Sir Matt Busby (26th May 1909 to 20th January 1994)

 

I wish I was nuts about football then it’d be another source of pleasure but it’s not really in me. It seems to be one of the few things adult men get visibly demonstrative about. I’ve been grave-hunting in Southern Cemetery on the outskirts of Manchester a few times and the first “famous” grave I found was Matt Busby. Even a nerd like me knows who he was (and not many people in footballers get a knighthood.)

 

He started humbly being born in a two-room pitman’s cottage in Scotland (his dad was a coalminer.) The First World War permeated into the lad’s life - his dad was shot by a sniper in the Battle Of Arras and his three uncles were killed in France. He was raised along with his three sisters by his mum. Though Matt went working down in the mine pits he only ever wanted to be a footballer and this came true. I only knew him to be a manager though. He was at the helm of Manchester United between 1945 and 1969 and again for the second half of the 1970–71 season.

 

I won’t go into his admirable record as a player and manager here (it’s all there on web - his managerial record is surpassed only by Sir Alex Ferguson. )

 

He’s lucky to have lived so long really. In 1958 he was on route home from a European tie with Man United when the plane crashed on the runway at Munich-Riem Airport. Twenty one people were killed instantly (Duncan Edwards would die two weeks later.) Matt was expected to die, too. He’d suffered multiple injuries and a priest administered the last rites twice. After nine weeks in hospital he was released and returned home to Manchester. He didn’t know how many people had died and it was his wife Jean who had to impart the news. He felt so guilty at surviving that he thought about giving up his job. Jean urged him to continue out of respect of those who had died.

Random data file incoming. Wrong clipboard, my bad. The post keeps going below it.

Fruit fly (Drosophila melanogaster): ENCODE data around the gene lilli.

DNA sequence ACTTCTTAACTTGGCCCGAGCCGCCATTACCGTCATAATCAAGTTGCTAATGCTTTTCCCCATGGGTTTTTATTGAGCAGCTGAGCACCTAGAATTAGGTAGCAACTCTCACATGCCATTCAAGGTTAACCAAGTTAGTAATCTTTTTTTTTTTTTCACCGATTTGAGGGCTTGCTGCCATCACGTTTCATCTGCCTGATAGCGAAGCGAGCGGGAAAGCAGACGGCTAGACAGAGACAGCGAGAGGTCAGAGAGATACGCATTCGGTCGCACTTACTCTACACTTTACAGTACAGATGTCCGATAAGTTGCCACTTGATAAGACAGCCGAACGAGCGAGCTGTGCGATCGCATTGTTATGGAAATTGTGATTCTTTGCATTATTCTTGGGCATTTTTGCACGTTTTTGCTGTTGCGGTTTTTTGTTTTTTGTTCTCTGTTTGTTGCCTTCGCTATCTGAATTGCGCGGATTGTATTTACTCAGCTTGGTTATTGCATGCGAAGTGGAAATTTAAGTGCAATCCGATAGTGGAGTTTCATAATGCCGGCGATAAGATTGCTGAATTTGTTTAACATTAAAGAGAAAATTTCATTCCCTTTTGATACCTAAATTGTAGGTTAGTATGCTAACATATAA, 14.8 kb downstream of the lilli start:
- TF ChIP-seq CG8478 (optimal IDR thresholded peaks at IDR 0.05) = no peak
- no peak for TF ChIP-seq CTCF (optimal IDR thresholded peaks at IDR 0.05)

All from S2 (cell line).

After the crash Matt rebuilt the team and they won the 1963 FA Cup Final and were league champions in 1965 and 1967. After retirement he continued as a director of Man Utd for eleven years and then became president.

 

Aged 71 he suffered a stroke but recovered. Sadly his lost his Jean to the fog of Alzheimer's disease and then death after 58 years of marriage. He died aged 84 in January 1994 while in The Alexandra Hospital in Cheadle in Manchester to have a blood clot removed from his leg.

 

When I first visited this grave in the Catholic section Matt and Jean’s son and daughter were still alive however both are now buried about thirty feet away. Seven female grandchildren live on.

 

His wealthy racecourse owner friend Willie Satinoff who died in the Munich air crash is buried in the neighbouring Jewish cemetery. The link is here…

 

http://www.johnhalley.uk/Grave%20-%20William%20Satinoff.htm

 

 

 

They were married for 58 years…

 

 

 

 

Passing by in April 2019...

 

 

Their son and daughters are buried on the same row of grave about 30 feet away…